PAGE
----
Kashmir in new fight to woo film makers
Srinagar, India, April 13, 2003 - India's picturesque state of Kashmir is offering cheap helicopter rides and armed protection to shed its "killing fields" image and regain its position as a top film location. The scenic Himalayan region this week invited top Bollywood producers to assess possibilities for filming in the picture-postcard settings of snow-capped mountains, white-water streams and serene lakes.
"I have held fruitful discussions with them (the producers)," said Kashmir's tourism minister Ghulam Hassan Mir. "They have promised to come to Kashmir for shooting their movies."
Led by noted Hindi movie maker Yash Chopra, some half-a-dozen film producers on Thursday watched a ski-championship in Gulmarg -- Kashmir's favourite winter resort. Some even joined in the fun and rode ski-scooters.
Before the separatist uprising erupted 14 years ago, Kashmir was popular with movie makers as well as local and foreign tourists. The violence that has now claimed over 38,000 lives brought down the curtains on both industries.
Mir is keen to revive tourism as well as the film industry. He said he believed the movie makers invited here were convinced that it was possible to resume filming in Kashmir. "After their visit they have felt the situation here was conducive for their professional activity," the minister told AFP.
However, even as the film producers were taking in the scenery, a bomb ripped through the entrance of the main gate of Srinagar's Mughal-built Nishat garden -- one of the favourite film locations in the state. Police blamed militants for the explosion, which inflicted no casualties. Despite the blast, the government has promised security for film crews and cheap chopper rides in an area where land access may not always be easy because of the mountainous terrain.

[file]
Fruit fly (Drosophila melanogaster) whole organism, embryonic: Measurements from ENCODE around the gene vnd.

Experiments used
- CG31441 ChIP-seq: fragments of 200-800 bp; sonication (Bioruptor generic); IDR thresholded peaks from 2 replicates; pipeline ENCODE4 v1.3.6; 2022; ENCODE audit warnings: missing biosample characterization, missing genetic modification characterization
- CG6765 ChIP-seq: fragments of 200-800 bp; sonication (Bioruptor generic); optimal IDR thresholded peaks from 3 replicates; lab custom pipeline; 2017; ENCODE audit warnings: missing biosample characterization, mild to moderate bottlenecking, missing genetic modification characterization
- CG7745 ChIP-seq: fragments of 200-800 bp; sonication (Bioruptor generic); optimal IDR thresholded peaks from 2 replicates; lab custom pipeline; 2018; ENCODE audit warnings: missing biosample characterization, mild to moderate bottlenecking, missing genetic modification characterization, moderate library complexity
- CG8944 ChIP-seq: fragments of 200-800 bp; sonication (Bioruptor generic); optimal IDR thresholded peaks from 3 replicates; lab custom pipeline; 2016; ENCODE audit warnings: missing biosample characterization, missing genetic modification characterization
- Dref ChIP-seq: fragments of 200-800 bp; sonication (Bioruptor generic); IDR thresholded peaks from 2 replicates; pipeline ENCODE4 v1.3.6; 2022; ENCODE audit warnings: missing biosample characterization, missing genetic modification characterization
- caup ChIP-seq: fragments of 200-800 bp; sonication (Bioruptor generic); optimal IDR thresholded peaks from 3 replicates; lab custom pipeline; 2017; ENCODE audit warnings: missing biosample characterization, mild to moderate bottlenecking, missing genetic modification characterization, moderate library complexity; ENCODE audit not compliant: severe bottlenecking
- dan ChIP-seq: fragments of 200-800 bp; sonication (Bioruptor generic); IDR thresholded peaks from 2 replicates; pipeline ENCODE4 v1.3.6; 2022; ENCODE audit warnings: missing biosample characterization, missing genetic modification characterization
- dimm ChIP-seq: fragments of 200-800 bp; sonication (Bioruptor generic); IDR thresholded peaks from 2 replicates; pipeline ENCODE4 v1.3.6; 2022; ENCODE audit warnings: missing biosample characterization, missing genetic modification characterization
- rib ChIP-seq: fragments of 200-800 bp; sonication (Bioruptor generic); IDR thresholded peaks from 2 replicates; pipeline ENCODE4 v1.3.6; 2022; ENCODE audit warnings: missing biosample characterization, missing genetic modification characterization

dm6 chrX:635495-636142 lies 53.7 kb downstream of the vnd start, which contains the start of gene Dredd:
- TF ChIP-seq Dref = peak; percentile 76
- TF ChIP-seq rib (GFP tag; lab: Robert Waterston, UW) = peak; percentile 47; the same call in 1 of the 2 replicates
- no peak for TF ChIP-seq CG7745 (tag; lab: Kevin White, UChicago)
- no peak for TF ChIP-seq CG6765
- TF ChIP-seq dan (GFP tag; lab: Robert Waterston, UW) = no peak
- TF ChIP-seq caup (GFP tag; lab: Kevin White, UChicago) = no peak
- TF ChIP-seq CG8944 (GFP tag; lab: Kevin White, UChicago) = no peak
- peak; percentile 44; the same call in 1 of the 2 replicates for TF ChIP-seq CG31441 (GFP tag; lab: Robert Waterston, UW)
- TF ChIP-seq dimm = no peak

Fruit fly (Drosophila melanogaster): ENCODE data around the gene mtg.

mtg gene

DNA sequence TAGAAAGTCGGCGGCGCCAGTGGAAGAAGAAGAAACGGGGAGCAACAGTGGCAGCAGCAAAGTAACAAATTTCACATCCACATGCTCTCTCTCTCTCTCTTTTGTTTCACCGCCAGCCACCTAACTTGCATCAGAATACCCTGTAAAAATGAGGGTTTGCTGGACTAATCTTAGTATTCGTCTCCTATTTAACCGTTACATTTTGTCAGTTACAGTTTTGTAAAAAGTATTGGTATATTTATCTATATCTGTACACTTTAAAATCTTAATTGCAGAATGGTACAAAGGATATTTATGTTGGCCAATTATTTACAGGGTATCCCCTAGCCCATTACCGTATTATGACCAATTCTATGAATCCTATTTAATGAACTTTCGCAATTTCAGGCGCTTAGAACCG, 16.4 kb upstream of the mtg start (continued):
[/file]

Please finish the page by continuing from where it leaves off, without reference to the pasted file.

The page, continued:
In the last fortnight a Bollywood film crew shot a few sequences of the Hindi film "Agni Pankh" (Wings of Fire) on the shores of lake Dal. Vidhu Vinod Chopra, a Kashmiri Hindu movie producer, said the situation had taken a positive turn since he made his latest film, Mission Kashmir, in the region three years ago. "Kashmir is an extremely good location for film shooting," he said.
Yash Chopra said he was impressed with the bid to woo producers back by the new Kashmir government -- which came to power in November last year. "This place is more natural and beautiful," said Chopra. "Things in Kashmir have improved and we would like to come here for shooting our films." Chopra said he had come to Kashmir for the first time in 1958 as a tourist, but six years later returned to make a film.
"I have always found Kashmir an extremely beautiful place," he said. "I would love to visit the valley again with my film crew." The Muslim rebellion against Indian rule could also provide plenty of storylines for Bollywood, but at least for the time being, the authorities are keen to push the beauty of Kashmir rather than the bloodshed.
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